Jesus talks about what it is we should truly treasure in this Sunday’s Gospel reading. He offers us a parable of a man who believes he is set for life. He has enough to never have to work, never be uncomfortable, never have to worry about his next meal and he believes this will give him a life of contentment. And he is a fool. Not because food or drink or comfort or happiness are bad things—they aren’t. But they’re not the ultimate ends for which we were made either. They don’t represent the treasures our hearts were designed to seek. We are images of God who is Love and the greatest expression of that love is Jesus Christ Crucified. Our greatest treasure is to be that kind of selfless love and not just for our own family. Even the wicked know how to love their family (Luke 11:13). The real treasure is a “poo-scrubbing-with-a-smile-on-your-face” type love for everyone—for those who can do nothing for you, for those who dislike you or even hate you.
This Sunday, 23 teens and 7 adults from Saint Mary of the Hills depart for Mexico, ME to do a week of Christian service at Beyond Sunday Missions. Please pray that their motivation be a “poo-scrubbing-with-a-smile-on-your-face” type love. Or more simply, and more accurately, a crucifixion type love. Let a crucifixion type love be what leads them to step outside of their comfort zone, to work despite fatigue, frustration, self-doubt or uncertainty, to smile and show kindness even when smiles and kindness haven’t been earned and to bring the lessons learned home to our parish so that we may be inspired to do likewise. This is the lived faith the whole world desperately needs to see.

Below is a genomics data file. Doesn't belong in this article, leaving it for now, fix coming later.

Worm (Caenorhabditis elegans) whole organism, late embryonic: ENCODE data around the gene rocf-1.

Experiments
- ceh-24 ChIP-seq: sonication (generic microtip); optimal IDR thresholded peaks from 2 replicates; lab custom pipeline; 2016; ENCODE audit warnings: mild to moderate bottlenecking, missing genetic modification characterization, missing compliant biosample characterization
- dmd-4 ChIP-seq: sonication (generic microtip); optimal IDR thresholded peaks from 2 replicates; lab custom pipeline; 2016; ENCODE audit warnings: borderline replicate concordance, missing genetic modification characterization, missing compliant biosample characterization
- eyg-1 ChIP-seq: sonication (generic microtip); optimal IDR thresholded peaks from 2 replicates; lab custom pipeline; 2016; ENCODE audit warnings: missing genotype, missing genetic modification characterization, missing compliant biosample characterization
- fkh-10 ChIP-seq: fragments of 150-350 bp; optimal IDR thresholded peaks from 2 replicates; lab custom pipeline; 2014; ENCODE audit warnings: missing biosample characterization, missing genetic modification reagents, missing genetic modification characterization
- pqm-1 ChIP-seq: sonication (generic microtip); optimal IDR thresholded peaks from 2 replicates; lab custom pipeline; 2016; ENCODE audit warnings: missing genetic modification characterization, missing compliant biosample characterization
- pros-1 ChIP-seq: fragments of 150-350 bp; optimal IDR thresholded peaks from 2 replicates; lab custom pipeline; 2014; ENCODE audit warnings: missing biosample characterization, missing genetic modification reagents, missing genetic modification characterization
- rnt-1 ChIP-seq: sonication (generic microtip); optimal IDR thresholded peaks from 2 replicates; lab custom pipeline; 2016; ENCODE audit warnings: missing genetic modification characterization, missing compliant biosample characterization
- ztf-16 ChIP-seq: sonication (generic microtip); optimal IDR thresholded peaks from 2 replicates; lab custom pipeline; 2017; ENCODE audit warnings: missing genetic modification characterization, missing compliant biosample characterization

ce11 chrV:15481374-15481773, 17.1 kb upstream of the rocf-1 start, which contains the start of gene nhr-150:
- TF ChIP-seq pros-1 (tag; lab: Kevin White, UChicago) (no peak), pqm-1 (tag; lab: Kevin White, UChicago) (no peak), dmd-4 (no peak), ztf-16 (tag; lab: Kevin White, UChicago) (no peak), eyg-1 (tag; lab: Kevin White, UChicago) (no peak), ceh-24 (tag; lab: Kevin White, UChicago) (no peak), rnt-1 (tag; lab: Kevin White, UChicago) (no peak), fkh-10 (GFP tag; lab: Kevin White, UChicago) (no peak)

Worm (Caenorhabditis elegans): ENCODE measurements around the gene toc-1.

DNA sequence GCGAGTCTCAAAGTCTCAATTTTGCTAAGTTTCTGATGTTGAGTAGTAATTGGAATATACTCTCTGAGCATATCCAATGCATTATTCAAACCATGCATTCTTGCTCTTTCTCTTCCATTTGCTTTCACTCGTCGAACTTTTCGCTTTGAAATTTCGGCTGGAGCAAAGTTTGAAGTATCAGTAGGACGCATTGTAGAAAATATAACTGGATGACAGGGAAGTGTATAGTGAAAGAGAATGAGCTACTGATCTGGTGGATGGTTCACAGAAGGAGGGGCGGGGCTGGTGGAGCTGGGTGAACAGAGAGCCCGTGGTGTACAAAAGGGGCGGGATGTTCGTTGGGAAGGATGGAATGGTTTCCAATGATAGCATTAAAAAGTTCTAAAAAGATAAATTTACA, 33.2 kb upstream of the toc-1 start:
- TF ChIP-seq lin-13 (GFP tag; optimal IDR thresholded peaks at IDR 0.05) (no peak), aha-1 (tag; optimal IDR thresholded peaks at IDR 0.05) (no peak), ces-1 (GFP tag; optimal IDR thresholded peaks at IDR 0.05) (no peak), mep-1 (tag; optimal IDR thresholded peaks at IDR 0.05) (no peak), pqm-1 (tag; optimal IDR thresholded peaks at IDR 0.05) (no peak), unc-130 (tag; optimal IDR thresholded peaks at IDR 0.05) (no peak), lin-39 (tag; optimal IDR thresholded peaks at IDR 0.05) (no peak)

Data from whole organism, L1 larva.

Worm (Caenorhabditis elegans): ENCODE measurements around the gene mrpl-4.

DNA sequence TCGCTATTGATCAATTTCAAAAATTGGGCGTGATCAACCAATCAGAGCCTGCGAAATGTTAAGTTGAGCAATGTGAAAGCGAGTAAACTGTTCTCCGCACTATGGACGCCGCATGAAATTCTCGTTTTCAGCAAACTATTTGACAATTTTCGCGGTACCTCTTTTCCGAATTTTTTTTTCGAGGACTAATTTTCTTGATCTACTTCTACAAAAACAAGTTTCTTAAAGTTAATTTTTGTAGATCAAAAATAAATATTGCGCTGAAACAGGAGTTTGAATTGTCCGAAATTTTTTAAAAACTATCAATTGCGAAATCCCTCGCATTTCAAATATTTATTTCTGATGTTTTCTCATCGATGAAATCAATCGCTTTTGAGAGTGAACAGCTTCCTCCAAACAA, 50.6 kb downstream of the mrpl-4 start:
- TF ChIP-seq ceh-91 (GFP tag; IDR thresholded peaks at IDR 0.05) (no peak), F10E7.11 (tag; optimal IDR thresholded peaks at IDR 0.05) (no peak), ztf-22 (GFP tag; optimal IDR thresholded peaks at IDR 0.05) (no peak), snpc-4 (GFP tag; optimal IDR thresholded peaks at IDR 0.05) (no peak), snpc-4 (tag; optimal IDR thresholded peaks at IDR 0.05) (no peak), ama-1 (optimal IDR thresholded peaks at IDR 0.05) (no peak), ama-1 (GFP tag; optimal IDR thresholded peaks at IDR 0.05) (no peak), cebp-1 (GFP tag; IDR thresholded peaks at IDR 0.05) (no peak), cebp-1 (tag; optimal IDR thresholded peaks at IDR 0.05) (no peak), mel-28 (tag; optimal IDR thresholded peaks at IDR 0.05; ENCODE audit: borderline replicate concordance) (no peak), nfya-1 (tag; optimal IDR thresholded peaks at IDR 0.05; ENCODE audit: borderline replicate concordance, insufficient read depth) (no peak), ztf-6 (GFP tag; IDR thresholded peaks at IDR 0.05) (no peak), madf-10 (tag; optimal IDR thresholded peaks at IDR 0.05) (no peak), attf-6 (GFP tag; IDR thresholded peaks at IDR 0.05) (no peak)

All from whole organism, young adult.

I prefer to do obvious chores. I’m guilty of doing the most noticeable housework first. Empty the sink, clear out the dishwasher, do the laundry. I even leave folded clothes out on the bed so Katie knows how wonderful I am. (Because what’s the point of putting the clothes away? Then no one will notice you did laundry. Duh.) I don’t sweep unless the floor is crunchy and I don’t vacuum unless the rug is visibly dirty. I certainly don’t dust. Where’s the reward in that? And I find I’m not alone in my need be doing and doing in a visible way.